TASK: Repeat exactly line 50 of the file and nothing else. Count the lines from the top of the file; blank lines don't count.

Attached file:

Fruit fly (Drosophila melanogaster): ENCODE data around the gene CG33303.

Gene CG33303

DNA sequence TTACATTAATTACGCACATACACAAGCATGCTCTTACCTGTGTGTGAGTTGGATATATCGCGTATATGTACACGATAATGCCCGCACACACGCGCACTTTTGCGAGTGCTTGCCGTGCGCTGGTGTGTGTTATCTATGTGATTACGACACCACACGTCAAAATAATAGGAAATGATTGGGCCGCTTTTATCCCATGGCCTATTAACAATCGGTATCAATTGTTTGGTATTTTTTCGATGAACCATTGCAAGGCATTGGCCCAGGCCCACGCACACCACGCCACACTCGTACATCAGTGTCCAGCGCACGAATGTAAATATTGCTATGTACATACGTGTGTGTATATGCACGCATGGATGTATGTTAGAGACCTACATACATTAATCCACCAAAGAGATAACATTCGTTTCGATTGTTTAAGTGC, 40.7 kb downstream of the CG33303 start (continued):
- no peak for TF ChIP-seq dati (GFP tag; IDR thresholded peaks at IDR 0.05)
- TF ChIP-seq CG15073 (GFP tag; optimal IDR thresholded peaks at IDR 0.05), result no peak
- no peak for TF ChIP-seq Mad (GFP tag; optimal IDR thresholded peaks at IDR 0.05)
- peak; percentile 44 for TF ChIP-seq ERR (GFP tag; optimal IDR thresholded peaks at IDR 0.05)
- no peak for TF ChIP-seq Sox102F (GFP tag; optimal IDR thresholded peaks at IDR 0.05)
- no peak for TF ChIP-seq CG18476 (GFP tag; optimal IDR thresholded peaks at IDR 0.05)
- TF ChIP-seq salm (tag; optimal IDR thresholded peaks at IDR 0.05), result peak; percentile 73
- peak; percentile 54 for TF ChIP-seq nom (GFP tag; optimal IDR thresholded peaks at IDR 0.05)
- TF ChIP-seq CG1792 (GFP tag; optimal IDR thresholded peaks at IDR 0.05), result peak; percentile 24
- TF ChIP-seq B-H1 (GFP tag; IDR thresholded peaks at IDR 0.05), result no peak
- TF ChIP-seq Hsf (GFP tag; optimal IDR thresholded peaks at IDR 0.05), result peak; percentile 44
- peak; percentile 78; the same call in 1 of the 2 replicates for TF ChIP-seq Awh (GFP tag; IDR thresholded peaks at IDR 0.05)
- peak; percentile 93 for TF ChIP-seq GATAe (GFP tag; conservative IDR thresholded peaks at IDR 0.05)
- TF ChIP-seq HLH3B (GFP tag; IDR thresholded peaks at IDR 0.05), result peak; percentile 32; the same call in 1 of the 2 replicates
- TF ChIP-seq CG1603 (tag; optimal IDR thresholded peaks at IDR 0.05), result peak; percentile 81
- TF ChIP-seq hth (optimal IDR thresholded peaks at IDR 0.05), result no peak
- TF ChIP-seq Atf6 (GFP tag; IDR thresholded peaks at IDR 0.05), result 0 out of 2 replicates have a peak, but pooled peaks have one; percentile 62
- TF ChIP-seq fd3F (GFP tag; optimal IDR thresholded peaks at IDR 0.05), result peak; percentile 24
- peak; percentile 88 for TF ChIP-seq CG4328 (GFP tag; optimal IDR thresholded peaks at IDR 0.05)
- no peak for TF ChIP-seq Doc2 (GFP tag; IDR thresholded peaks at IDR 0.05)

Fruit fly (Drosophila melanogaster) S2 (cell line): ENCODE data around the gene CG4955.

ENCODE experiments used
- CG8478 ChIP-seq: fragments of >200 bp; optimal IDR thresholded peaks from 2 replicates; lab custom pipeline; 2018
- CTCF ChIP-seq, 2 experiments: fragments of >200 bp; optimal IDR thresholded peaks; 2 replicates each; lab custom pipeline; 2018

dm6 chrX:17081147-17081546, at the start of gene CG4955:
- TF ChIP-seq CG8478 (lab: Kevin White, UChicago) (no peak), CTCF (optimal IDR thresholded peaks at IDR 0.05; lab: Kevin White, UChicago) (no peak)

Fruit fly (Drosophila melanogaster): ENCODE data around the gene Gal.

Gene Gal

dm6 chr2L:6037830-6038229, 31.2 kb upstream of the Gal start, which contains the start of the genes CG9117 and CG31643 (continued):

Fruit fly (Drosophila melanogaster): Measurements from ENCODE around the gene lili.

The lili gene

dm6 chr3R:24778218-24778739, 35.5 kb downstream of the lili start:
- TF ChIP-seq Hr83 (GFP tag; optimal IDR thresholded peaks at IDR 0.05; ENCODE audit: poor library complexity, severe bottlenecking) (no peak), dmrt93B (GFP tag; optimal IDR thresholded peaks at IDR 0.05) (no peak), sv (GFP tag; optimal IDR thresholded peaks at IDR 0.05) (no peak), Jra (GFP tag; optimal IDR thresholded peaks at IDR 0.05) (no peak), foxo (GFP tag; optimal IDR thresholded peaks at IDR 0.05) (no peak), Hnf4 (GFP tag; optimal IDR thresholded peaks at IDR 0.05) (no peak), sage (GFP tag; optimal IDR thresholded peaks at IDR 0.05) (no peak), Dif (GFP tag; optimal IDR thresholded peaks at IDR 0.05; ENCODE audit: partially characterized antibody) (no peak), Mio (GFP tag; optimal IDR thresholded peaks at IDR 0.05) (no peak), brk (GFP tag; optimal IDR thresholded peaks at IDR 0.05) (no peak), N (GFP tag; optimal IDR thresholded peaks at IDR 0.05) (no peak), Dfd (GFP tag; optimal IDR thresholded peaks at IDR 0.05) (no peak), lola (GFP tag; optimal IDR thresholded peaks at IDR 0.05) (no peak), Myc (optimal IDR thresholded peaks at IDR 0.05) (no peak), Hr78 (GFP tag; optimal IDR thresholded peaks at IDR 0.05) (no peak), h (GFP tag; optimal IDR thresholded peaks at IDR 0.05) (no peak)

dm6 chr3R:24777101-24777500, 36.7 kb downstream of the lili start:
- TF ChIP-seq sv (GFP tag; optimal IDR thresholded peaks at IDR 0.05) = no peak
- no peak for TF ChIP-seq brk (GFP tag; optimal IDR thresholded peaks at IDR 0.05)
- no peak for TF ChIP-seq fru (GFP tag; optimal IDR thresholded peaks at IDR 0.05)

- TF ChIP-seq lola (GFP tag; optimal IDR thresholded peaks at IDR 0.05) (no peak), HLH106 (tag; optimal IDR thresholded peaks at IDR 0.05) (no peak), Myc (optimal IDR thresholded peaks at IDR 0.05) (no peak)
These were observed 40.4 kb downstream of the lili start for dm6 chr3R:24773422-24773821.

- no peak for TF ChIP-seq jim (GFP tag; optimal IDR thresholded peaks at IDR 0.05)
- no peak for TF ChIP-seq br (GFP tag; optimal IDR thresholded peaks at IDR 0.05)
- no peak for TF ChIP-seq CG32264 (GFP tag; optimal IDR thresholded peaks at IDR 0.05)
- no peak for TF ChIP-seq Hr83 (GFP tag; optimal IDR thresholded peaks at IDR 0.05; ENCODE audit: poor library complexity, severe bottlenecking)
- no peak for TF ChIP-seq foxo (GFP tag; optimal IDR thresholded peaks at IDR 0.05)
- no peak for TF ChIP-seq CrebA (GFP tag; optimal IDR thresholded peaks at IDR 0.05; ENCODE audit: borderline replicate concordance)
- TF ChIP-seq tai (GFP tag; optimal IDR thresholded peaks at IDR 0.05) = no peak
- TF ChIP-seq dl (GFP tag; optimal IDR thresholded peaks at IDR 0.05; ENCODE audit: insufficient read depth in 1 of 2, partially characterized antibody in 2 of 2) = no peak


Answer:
- TF ChIP-seq dl (GFP tag; optimal IDR thresholded peaks at IDR 0.05; ENCODE audit: insufficient read depth in 1 of 2, partially characterized antibody in 2 of 2) = no peak